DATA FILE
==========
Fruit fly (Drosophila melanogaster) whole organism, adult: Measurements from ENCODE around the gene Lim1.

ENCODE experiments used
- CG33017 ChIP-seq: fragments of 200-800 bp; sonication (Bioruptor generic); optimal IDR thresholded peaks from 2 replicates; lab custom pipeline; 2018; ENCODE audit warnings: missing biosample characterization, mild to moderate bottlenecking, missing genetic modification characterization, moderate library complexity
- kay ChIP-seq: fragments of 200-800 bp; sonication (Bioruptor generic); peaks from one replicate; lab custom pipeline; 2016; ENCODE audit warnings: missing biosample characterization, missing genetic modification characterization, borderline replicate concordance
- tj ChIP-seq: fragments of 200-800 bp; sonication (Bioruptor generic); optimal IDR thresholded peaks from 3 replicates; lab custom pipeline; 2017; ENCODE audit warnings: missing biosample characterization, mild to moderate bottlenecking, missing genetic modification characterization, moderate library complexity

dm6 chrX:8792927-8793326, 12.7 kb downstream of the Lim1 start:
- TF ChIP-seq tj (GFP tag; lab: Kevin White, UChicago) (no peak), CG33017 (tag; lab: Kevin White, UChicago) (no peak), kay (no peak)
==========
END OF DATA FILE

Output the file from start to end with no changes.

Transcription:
Fruit fly (Drosophila melanogaster) whole organism, adult: Measurements from ENCODE around the gene Lim1.

ENCODE experiments used
- CG33017 ChIP-seq: fragments of 200-800 bp; sonication (Bioruptor generic); optimal IDR thresholded peaks from 2 replicates; lab custom pipeline; 2018; ENCODE audit warnings: missing biosample characterization, mild to moderate bottlenecking, missing genetic modification characterization, moderate library complexity
- kay ChIP-seq: fragments of 200-800 bp; sonication (Bioruptor generic); peaks from one replicate; lab custom pipeline; 2016; ENCODE audit warnings: missing biosample characterization, missing genetic modification characterization, borderline replicate concordance
- tj ChIP-seq: fragments of 200-800 bp; sonication (Bioruptor generic); optimal IDR thresholded peaks from 3 replicates; lab custom pipeline; 2017; ENCODE audit warnings: missing biosample characterization, mild to moderate bottlenecking, missing genetic modification characterization, moderate library complexity

dm6 chrX:8792927-8793326, 12.7 kb downstream of the Lim1 start:
- TF ChIP-seq tj (GFP tag; lab: Kevin White, UChicago) (no peak), CG33017 (tag; lab: Kevin White, UChicago) (no peak), kay (no peak)